Rockling Species ID: Fisherman’s Guide

There are four species of rockling in the UK that look pretty similar, but this article will explain how to easily tell the difference. Please consider sharing this with your friends or angling club.

three bearded rockling

Photo Credit to Matilda Björklund

Three-Bearded Rockling VS Shore Rockling

The most likely confusion is between the shore rockling and the three bearded rockling, because they both have three barbules. The difference between the shore and three bearded rockling is that the three bearded is lighter in colour, with orangey-red tones and a mottled appearance. The shore rockling has a uniform brown colouration with only a few small spots on showing on the occasional fish.

The four-bearded rockling

The four-bearded rockling is a less common catch because it doesn’t grow nearly as large as the shore rockling, and is found in deeper waters beyond 50m. It’s easy to identify because you simple need to count to four barbules and make sure you don’t miss any.

The five-bearded rockling

The five-bearded rockling is common inshore, so is a far more likely catch than the four-bearded. Again, it’s just a case of counting the number of barbules on the face to see if there are three, four or five! These rockling often show up in the buckets of rock poolers in the summertime.

The northern rockling

The northern rockling could easily be mistaken for the five-bearded if it wasn’t for its impressive moustache. While the five-bearded rockling has two barbules above the lip and two by the nostrils, the northern rockling has many barbules above the lip to form a kind of moustache. If you see a tash, it’s northern.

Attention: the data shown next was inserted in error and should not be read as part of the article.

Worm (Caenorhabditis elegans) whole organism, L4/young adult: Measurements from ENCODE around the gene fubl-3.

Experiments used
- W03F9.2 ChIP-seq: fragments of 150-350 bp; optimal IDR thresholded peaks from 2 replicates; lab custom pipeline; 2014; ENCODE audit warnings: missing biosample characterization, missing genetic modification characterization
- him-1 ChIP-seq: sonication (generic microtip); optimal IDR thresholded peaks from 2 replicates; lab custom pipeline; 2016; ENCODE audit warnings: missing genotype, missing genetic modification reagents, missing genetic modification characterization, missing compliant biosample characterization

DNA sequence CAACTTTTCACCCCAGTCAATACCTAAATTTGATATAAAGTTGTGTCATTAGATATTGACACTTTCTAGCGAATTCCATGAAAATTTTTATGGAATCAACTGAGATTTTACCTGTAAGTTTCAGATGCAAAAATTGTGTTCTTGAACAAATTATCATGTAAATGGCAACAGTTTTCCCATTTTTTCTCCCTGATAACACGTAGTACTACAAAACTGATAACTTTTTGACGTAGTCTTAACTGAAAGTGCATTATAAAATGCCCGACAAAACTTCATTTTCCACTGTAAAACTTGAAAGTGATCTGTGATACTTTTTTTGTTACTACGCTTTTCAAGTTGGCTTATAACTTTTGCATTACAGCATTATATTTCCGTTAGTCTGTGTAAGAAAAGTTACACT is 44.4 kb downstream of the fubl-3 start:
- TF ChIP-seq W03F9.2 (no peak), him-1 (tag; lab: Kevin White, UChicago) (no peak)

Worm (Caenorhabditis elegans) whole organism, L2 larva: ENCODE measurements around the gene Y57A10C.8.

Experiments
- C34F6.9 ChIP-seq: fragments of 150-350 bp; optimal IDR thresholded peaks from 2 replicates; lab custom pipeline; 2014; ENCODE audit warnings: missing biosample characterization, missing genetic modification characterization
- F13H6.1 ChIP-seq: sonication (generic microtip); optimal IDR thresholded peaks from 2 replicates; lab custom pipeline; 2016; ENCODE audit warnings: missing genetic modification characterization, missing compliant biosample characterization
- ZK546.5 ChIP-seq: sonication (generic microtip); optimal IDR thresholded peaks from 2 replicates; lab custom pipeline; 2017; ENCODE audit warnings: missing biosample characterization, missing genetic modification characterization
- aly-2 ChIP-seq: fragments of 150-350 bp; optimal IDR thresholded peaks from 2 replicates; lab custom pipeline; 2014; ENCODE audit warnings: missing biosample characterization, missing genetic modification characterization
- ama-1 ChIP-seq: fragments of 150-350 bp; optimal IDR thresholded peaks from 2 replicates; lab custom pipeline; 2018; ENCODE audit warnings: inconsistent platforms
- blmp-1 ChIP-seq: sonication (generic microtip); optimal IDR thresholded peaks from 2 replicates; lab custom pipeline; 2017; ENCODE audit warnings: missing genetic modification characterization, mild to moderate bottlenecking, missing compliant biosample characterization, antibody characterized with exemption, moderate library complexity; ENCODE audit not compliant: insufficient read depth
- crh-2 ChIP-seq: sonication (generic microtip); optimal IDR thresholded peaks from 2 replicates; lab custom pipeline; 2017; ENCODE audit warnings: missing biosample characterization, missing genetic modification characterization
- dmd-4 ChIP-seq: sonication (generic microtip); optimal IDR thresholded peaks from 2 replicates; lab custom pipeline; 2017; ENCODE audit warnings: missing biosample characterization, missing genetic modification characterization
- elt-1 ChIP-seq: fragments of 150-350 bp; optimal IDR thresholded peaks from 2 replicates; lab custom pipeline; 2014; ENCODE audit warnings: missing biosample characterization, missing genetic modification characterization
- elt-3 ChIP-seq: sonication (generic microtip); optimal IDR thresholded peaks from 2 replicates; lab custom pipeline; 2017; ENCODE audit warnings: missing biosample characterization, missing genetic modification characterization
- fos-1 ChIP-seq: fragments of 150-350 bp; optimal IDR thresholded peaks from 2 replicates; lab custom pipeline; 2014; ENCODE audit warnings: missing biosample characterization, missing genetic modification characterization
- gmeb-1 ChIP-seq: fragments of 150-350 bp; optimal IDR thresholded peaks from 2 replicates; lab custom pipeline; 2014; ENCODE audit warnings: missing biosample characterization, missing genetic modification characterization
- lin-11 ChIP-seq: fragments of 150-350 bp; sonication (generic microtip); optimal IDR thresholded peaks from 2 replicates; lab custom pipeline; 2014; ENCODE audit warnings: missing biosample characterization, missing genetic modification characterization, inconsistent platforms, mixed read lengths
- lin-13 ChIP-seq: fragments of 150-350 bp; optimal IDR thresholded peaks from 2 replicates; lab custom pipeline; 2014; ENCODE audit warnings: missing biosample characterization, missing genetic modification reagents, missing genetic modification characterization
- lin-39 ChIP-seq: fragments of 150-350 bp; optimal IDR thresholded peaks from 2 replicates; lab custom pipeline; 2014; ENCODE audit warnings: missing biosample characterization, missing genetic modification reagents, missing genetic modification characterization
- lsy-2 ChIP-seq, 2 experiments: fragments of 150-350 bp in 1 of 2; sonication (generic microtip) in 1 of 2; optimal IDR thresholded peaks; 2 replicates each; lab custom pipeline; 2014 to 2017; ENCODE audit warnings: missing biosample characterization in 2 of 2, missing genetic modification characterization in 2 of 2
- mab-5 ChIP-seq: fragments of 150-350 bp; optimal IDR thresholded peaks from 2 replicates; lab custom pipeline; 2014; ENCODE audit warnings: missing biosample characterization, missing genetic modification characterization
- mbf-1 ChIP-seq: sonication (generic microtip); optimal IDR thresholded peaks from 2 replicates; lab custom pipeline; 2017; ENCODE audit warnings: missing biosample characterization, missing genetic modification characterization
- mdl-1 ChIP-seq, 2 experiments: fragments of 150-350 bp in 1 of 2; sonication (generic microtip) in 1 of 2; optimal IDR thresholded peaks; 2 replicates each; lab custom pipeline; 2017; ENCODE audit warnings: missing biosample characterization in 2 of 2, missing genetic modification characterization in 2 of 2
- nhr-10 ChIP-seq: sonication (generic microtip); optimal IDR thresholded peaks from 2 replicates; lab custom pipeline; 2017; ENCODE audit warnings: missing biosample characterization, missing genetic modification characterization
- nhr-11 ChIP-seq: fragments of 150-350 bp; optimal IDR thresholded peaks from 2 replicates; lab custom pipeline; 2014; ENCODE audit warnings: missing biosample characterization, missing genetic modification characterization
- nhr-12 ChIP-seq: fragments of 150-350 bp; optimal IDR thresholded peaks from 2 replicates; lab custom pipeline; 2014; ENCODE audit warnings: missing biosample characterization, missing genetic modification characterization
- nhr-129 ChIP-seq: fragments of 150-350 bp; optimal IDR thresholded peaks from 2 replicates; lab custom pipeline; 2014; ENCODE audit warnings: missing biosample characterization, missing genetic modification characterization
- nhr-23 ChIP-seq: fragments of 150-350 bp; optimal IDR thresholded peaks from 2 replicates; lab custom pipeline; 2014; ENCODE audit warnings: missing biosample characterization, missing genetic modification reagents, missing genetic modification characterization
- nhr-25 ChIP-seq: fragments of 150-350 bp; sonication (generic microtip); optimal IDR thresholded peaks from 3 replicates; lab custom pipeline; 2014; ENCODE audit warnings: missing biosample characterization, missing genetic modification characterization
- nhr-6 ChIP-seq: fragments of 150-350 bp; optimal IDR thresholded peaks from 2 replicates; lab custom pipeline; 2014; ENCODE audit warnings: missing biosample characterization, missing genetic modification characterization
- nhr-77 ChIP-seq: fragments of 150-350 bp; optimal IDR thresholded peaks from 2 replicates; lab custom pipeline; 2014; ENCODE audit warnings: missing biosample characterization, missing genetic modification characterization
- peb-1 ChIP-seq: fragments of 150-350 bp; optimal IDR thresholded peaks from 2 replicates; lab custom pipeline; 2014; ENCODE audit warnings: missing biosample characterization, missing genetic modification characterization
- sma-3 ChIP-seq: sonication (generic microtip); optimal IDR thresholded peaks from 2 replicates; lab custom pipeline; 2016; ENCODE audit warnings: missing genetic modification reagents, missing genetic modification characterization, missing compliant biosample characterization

Three Bearded Rockling: Photo Credit to Matilda Björklund

If you ever catch a fish that looks like it doesn’t know if it’s a cod or a rockling, you may have caught the Torsk. These fish grow far larger than rockling, and are easily distinguishable because they only have one barbule on their chin, but a longish body which is between a cod and a rockling in shape.

Despite being eccentric looking fish, rockling are actually in the most mainstream fish family of all – Gadidae – to which the cod and pollack are also members. They are the rogue younger brother of the cod that gave up their career, grew out a beard, and resigned to a life of loitering over rough ground. They are incredibly slimy and slippery to touch. Rockling have a dorsal fin which is capable of taste, so that as they move through the water they can taste what is coming up ahead.

The rays within these fins are constantly vibrating, which moves water over the sensory organ allowing them to detect food or perhaps potential threats well before reaching them. This makes them effective scavengers on the seabed at night time, which is when they are often caught by anglers.

All the rockling are more common over relatively deep water, so rock marks with very deep drop offs onto the roughest ground is where you’re most likely to catch them. They’re typically caught as bycatch while targeting other species, like huss.

How to Catch Rockling

The best way to catch rocking is to use a stinky bait like squid or ragworm, over rough ground in deep water at night. The more dangerous the spot is the more likely it is to hold rockling, essentially.

Shore rockling are the most likely to be caught with conventional beach casters and bait fishing rigs because they grow large enough to easily take baits intended for target species.

You can catch the smaller species of rockling with light rock fishing tactics, Marukyu Isome or Gulp. The key really is to be fishing after dark or in murky water – these fish are like vampires and do not respond well to light!

You may enjoy some of our sea fish species guides next.

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